Digitally signed messages help in tamper-resistant communications between authenticated peers over insecure media and/or transport protocols. Locks were intended to keep honest people honest; however, thieves break locks! Zero trust is an enhancement to blind trust in cyberspace, where nation-state and cybercrime syndicates are lurking. Traditional closed systems may also be breached through ingress points such as HMI (user) workstations, tablets, smart phones and portable media (e.g., USB). Today, insider threats are a reality (e.g., a disgruntled employee, malicious actor, espionage, social/political activism, etc.).
Whether systems are loosely coupled (open) or tightly coupled (closed/air gapped), to connect and communicate, establishing a reasonable level of trust provides cyber resilience in cyberspace, where hackers are in possession of sophisticated tools and methods to land (infect) and propagate laterally. In fact, with mutually verifiable trust, network-based intrusion detection and firewall policies could be fine-tuned to reduce false positives and true negatives.
Mocana’s TrustEdge CyberSec described in this video provides a solution without requiring any reengineering of LOB applications that may not be TLS/SSL-enabled, for interoperability and scalability in public/private or closed PKI systems (without requiring internet connectivity). It only requires a TCP/IP network stack on the target device. The keys are automatically renewed/rotated at configurable frequency. Certificates are auto-renewed (using the EST protocol – RFC 7030) before expiry or on-demand through Mocana TrustCenter.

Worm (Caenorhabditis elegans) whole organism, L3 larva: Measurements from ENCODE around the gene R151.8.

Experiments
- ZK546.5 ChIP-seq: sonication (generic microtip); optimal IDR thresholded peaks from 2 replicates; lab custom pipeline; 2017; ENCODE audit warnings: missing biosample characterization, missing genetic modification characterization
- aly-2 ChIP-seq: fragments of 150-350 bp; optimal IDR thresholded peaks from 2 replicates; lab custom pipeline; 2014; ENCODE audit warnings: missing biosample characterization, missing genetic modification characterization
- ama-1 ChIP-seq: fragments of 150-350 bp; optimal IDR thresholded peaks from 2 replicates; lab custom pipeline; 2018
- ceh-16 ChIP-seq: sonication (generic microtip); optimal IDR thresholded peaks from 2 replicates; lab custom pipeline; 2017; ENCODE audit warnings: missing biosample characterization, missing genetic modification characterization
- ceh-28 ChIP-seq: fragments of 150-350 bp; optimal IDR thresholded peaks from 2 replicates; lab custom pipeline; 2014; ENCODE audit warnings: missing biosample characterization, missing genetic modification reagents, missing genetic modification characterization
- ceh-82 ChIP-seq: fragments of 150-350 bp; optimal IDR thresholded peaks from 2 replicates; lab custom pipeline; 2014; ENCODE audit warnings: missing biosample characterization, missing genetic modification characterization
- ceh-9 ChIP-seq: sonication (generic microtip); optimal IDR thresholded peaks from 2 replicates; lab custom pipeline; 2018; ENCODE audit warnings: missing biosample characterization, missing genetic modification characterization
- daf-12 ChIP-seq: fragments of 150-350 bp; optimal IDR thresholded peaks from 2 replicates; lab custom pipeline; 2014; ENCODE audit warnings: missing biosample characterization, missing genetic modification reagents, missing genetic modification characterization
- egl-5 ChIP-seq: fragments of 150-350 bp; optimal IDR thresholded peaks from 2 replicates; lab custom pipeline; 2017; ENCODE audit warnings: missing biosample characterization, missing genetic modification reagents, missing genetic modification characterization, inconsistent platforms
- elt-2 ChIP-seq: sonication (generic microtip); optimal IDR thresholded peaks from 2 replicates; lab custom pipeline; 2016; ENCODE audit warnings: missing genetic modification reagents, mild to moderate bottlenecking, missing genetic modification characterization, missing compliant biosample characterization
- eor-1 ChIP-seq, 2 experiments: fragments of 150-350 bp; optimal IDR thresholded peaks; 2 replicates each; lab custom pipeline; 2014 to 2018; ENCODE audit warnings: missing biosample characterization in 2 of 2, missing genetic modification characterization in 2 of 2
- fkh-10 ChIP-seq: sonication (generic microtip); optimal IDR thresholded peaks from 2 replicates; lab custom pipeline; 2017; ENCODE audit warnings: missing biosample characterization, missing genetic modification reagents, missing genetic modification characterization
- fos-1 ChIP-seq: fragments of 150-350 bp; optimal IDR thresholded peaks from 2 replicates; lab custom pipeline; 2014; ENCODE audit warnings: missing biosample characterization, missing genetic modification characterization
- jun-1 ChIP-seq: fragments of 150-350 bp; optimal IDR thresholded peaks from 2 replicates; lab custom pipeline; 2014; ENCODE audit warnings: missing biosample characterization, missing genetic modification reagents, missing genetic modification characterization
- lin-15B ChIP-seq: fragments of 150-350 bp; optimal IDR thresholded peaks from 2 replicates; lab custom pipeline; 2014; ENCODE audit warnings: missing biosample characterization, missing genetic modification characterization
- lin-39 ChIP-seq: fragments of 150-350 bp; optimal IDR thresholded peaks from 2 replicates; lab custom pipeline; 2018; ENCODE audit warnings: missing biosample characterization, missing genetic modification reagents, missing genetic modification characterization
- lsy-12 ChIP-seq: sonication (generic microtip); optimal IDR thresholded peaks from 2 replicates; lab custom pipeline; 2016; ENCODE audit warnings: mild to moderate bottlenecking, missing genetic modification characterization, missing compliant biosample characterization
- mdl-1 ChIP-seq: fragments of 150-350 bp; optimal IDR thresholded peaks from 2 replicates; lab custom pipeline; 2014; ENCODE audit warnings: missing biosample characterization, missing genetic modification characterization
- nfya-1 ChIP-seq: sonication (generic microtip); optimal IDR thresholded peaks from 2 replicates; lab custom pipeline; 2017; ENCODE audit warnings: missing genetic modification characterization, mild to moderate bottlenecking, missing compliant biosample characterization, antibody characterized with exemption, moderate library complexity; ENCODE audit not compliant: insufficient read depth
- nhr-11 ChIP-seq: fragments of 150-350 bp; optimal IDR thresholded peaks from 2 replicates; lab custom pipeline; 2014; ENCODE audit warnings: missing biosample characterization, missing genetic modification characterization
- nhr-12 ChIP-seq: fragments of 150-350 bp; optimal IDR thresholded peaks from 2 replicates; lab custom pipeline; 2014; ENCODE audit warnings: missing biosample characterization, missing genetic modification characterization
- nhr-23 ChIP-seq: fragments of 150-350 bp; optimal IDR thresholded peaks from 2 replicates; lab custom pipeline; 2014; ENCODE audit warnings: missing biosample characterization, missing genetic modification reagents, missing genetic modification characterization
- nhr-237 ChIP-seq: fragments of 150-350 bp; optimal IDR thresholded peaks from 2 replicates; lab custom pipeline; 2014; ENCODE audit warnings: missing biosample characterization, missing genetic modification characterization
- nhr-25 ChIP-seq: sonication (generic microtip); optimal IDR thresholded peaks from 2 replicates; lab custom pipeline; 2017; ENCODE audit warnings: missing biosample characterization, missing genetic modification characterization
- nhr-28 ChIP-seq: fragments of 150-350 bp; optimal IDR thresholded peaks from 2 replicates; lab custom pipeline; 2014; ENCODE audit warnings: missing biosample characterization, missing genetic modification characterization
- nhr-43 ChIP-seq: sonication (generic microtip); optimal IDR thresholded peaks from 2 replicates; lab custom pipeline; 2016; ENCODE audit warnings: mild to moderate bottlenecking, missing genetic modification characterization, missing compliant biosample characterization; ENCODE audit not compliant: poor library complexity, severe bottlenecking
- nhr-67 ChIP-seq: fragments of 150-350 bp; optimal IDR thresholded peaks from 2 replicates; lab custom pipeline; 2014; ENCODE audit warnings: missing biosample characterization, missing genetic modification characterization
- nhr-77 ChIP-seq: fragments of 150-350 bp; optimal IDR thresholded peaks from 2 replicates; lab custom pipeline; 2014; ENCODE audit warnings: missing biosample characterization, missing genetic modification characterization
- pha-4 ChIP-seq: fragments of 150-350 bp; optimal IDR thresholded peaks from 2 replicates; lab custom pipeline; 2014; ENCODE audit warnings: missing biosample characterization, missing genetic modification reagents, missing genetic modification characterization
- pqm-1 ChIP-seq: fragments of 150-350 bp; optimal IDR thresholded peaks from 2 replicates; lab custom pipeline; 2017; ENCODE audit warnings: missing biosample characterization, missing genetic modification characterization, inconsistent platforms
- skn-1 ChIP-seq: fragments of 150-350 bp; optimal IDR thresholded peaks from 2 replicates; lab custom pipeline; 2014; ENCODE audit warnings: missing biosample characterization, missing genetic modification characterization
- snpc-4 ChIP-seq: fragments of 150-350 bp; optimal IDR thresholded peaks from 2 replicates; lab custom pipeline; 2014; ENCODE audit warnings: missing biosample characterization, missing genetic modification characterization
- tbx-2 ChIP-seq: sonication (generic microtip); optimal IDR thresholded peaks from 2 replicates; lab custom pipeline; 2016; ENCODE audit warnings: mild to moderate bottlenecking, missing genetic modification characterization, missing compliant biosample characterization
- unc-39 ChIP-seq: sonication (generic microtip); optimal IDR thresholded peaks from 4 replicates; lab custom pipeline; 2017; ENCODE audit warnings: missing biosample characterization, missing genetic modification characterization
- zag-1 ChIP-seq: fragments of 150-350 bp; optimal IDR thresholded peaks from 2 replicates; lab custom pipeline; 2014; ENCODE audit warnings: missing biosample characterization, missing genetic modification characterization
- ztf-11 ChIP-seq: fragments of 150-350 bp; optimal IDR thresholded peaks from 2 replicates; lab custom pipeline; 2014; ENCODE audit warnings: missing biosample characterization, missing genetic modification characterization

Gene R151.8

Certificates can be used for identification and authentication, with support for use of pre-shared keys provided as an option. The strategy required is to protect the high-value assets that are on the attacker’s radar (e.g., Windows based HMI workstations, Linux controllers). Zero trust can be implemented to the grade and degree of desired safety and protection controls.
Zero trust is not an all-or-nothing value proposition. It is about identifying high/imminent risks and addressing them head on. Is there a supply chain risk exposure? Is there an insider threat that could exploit passwords? Is there an IT policy to rotate pre-shared keys (especially when administrators change)?
Every technology has its pros and cons. TCP/IP, TLS, blockchain, and certificates are not perfect solutions, but were designed with a specific purpose (and objective) in mind and provide reasonable benefits to relevant applications. Similarly, preserving status quo with “do nothing” also has its pros and cons. The real challenge in critical infrastructure and control systems is whether field device interoperability in a multi-vendor ecosystem is addressed through specifications as an industry standard for next-generation device security.
Cybersecurity is all too often an afterthought based on compliance drivers. In isolated and controlled environments, the focus is on physical and logical access controls, and not on the sophisticated tools and methods in the arsenal of determined adversaries. That is why cyberwars are asymmetric warfare: detection is not protection.
The solution to address current cyber risks and challenges is not the responsibility of just the device owner or device operator. The current recurring costs and effectiveness of network-based detection/prevention methods must be scrutinized for incremental value and sustainability. There needs to be a modernization plan on a timeline, even if it is based on a rip-and-replace policy rather than retrofitting protection controls to extend the service lifetime of brownfield devices (by another 10+ years). Ultimately, it is for the board of directors and cyber insurance companies to objectively define and implement the grade and degree of desired safety and protection.
If you’re interested in learning more about what zero trust requires and how to implement zero trust, read more about it in our zero trust blogs.